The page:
Lean Startup: the name itself evokes images of a computer science graduate working on the next big idea in a garage-office, boxes of Ramen noodles stacked to the ceiling.
During the first years of its development, the Lean Startup phenomenon fed on this image. Eric Ries, who coined the term “Lean Startup” and is the author of the popular guidebook that codifies the methodology behind it, is in the position he is today because of the startup community quick to adopt a model privileging flexibility and streamlined customer-based development over extensive venture capital funding.
However, in the coming years, Ries believes that the business philosophy he pioneered is poised to transition from small-budget entrepreneurial endeavors to large, even worldwide organizations, be they Fortune 500 companies or government agencies, where he feels it could do even more to change the dominant structural and operational paradigms.
“The Lean Startup,” said Ries, who failed in his first two startups prior to co-founding the IMVU instant messenger service, “has already moved beyond startups.”
The Lean Startup Conference is perhaps the best evidence that he is right. Held this year in San Francisco, the conference brought together academics, startup entrepreneurs and global business leaders under the umbrella of improved efficiency and smarter organizational design. Speakers ranged from members of the NYC Educational Department to representatives of Facebook and Toyota.
But the focal point of the event was General Electric’s announcement of what Ries called “undoubtedly the largest deployment of lean startup ideas in the world.” Over the past year, the so-called Fastworks initiative, pushed by GE Chairman and CEO Jeffrey Inmelt, has integrated the Lean Startup methodology directly into the central operational policies of a global business leader with a 130 year track record, 300,000 employees across the world and $130 billion in annual profits.
The variety of speakers and attendees at the conference gave the impression that Ries is planting a more comprehensive discourse, the kind that fits with his broad claims as to the utility of lean thinking as a mechanism for social change as much as boosted profit margins.
The Fortune 500 presence in particular raised the question of the position Ries will play with respect to the change he has inspired. Specifically, is he moving beyond the role he’s assumed as a thought leader in the tech world, one Steve Blank, his former teacher, continues to occupy? Will Ries emerge as a more prominent management guru along the lines of a Jim Collins, author of the best selling book “Built to Last: Successful Habits of Visionary Companies”?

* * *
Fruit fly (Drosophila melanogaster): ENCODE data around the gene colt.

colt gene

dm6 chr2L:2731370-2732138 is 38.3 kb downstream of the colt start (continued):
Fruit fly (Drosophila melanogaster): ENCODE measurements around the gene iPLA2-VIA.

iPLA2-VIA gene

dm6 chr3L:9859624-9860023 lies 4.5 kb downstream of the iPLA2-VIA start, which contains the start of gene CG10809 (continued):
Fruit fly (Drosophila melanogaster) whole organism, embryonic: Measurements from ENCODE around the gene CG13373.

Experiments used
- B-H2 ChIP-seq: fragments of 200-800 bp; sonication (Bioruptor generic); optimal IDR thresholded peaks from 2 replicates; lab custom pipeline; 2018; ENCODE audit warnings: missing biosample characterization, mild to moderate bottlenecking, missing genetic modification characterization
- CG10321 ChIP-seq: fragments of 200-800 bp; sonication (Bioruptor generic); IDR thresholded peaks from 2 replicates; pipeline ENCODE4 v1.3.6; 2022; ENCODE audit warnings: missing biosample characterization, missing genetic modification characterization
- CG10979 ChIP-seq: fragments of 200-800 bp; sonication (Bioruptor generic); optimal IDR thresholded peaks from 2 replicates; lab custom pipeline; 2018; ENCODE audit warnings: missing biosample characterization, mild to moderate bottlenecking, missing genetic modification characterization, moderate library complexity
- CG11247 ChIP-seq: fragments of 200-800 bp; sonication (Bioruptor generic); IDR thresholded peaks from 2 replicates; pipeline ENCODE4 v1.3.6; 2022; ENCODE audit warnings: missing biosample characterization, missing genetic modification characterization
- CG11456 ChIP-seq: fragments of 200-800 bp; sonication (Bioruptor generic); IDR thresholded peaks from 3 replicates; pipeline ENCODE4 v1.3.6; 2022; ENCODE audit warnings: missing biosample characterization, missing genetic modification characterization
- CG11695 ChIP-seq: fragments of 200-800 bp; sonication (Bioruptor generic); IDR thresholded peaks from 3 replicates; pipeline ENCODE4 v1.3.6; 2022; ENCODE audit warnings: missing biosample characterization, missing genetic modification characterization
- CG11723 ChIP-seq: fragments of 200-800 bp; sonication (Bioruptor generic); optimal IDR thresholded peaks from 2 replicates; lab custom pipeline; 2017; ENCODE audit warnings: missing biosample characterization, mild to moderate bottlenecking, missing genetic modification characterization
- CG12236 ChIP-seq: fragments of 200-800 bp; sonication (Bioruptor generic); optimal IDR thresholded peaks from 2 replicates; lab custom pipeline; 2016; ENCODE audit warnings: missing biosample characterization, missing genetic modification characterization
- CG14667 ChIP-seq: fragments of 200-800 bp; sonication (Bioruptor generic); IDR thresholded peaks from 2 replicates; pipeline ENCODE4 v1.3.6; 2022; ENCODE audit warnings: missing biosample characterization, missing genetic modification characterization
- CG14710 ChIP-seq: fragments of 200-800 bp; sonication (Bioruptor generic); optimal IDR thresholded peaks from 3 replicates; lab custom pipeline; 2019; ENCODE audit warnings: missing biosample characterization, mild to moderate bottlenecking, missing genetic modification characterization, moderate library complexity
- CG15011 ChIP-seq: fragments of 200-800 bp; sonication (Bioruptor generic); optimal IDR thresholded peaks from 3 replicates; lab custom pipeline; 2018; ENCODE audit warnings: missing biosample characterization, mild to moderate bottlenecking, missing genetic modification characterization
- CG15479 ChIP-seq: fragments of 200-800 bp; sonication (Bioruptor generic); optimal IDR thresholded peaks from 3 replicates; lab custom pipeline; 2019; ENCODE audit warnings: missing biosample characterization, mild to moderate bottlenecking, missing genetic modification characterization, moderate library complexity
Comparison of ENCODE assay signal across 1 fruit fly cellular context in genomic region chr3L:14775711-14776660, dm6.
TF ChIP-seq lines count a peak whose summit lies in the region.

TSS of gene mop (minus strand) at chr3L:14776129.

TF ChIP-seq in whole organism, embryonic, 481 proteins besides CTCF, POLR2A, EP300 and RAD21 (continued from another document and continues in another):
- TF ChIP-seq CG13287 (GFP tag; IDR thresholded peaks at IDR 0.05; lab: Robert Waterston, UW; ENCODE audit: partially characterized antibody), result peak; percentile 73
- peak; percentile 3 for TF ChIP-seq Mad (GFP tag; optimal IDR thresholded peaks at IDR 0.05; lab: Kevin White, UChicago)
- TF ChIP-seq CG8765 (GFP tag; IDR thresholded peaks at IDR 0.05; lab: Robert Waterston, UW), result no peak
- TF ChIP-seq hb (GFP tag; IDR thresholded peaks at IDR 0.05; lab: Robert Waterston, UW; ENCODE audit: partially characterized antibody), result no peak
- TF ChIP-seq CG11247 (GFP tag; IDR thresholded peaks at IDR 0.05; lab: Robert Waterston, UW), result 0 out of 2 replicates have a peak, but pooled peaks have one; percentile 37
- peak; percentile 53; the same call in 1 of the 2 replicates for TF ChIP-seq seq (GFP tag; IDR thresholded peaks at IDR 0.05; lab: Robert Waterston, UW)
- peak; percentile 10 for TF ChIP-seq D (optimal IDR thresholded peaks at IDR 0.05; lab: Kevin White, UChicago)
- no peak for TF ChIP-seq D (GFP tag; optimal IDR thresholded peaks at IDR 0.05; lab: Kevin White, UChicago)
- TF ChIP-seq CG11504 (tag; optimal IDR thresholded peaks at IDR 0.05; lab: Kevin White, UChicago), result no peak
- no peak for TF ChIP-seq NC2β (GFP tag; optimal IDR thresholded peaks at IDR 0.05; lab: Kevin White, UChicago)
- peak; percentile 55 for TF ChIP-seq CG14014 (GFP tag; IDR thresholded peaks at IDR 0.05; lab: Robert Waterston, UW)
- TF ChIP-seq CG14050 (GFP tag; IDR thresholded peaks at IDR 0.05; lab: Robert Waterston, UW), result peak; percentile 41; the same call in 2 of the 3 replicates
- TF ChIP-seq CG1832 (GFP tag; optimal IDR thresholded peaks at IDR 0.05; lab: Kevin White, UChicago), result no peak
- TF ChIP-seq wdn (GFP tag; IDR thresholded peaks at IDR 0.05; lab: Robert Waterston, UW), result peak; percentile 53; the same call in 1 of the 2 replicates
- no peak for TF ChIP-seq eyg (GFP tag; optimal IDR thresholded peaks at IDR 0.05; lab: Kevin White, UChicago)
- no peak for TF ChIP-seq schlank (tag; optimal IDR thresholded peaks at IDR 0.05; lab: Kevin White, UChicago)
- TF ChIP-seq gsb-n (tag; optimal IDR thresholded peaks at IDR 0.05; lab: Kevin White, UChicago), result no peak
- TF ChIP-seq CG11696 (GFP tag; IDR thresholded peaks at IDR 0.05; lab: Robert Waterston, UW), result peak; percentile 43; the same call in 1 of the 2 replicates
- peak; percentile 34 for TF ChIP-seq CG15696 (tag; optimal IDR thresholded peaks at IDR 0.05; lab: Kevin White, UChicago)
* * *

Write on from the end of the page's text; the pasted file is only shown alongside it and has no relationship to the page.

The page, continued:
The lean startup methodology has not gone without criticism in the startup community. Said Michael Sharkey in his guest article on VentureBeat, “it seems that many entrepreneurs have interpreted the Lean Startup model as an excuse to rush incomplete or fractional products to market. The result? Lots and lots of companies built around a handful of features that matter to almost no one, least of all customers.”
Another counterargument to the lean startup came inadvertently from LinkedIn founder Reid Hoffman, who when answering a question about the methodology prefaced his response by saying that for the entrepreneurs who are not Steve Jobs, the lean startup should be followed. However Steve Jobs, or Elon Musk for today’s generation, is exactly the role model that many technology founders are aiming to become.
Mark Cuban, owner of the Dallas Mavericks and billionaire entrepreneur, told me in an e-mail, “I’ve always been a fan of lean startups. Eric has done a great job of productizing it and making it available to many more companies.”
Yet despite its wide adoption, to many the lean startup method has not yet answered whether it is compatible with the swing for the fences startups that venture capitalists such as Vinod Khosla are looking for. In this regard, perhaps the methodology will find more support within Fortune 500 companies and governments across the globe, where innovation and product development are clearly in need of greater help.
With General Electric, one of the largest and most diverse companies on the planet, putting the lean startup philosophy to aggressive use, it’s hard to imagine that others in the corporate community will not soon follow suit.
Beyond that, the possibilities seem endless.
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